Adam Tuss, wtop.com
WASHINGTON -- What's it going to take to make your commute better?
The answers aren't easy, but the Greater Washington Board of Trade is starting an in-depth transportation study to produce some key points.
While projects like Virginia HOT Lanes, the Dulles Rail Project and plans for streetcars chug along, the Board of Trade says the real solution may come down to better regional cooperation.
"It can't just be everybody for themselves," says Jim Dinegar, head of the Board of Trade. "There's [a] different dynamic in Greater Washington about how people are commuting, about where they are commuting to. It's not just the District as the center of attention any longer."
He cites Tysons Corner and Prince George's County as two emerging areas where the landscape is literally changing. By 2030, the D.C. Region is projected to add over 1 million new residents, according to the Metropolitan Washington Council of Governments.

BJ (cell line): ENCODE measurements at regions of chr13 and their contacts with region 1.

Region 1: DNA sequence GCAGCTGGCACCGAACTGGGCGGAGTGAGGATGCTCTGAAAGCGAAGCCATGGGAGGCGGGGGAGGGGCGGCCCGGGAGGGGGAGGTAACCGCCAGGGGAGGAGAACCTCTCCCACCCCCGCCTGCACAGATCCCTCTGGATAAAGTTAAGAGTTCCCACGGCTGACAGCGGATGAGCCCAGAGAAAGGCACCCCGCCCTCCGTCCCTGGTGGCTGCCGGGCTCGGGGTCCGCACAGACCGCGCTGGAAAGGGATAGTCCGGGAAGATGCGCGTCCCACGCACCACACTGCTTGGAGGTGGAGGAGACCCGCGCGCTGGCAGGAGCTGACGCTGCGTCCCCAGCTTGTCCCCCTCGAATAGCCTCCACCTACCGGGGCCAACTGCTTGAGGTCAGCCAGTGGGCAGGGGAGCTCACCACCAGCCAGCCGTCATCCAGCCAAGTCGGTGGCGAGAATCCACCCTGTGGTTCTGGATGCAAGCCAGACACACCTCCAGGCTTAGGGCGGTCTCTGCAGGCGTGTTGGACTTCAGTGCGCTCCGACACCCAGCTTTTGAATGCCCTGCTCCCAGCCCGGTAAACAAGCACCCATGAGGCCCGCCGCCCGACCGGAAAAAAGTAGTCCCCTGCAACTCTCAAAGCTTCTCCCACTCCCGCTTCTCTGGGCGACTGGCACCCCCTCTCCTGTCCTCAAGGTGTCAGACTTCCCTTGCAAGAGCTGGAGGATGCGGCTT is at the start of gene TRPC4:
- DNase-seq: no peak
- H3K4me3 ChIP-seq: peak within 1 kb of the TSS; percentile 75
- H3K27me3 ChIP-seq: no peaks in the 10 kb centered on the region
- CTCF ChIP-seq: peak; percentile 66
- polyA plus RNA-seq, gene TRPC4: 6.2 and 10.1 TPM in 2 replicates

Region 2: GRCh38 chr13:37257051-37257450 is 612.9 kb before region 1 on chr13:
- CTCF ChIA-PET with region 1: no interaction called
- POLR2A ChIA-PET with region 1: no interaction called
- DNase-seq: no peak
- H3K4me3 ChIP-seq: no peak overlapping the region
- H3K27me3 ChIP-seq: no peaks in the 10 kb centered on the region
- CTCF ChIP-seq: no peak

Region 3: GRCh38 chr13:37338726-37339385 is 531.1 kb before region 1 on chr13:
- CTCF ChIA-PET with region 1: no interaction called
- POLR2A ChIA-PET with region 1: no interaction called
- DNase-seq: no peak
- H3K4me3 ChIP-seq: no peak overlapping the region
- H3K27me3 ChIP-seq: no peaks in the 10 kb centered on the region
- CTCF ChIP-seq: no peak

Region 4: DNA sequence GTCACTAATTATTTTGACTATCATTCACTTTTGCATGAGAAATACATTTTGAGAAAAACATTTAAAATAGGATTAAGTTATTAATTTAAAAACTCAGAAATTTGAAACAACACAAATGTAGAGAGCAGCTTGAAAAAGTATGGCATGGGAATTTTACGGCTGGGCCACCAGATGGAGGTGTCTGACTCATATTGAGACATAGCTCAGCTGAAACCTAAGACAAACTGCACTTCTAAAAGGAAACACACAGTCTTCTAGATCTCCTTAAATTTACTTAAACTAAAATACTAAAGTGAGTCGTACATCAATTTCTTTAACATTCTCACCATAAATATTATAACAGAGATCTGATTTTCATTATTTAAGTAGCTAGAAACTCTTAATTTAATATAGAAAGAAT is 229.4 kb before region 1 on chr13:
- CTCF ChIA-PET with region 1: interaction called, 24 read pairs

The last time the Board of Trade put together a transportation study of this scale was in 1997. Back then, there was more optimism about resources.
"The region has substantial financial resources at its disposal," said the study. "Coupled with expanded federal and state investment, the region can fund a transportation network that works."
Obviously times are different when it comes to funding -- there just isn't much to spread around for large-scale projects. That means that as the region moves forward, smaller and less-sexy projects like timing traffic lights, clearing accidents and maintaining the Metro system may be the best way to keep the region moving.
Innovative funding mechanisms like public-private partnerships, or P3's, could also help infuse dollars to help get projects off the ground.
"We need to take all of that into account -- look at how we approach traffic incidents, look at how we approach the commuting patterns, look at how we approach shifts in populations," says Dinegar. "All of that needs to be considered as the Board of Trade rolls out its next regional transportation plan."
The Board hopes to have its 2011 long-range transportation study put together in a few months.
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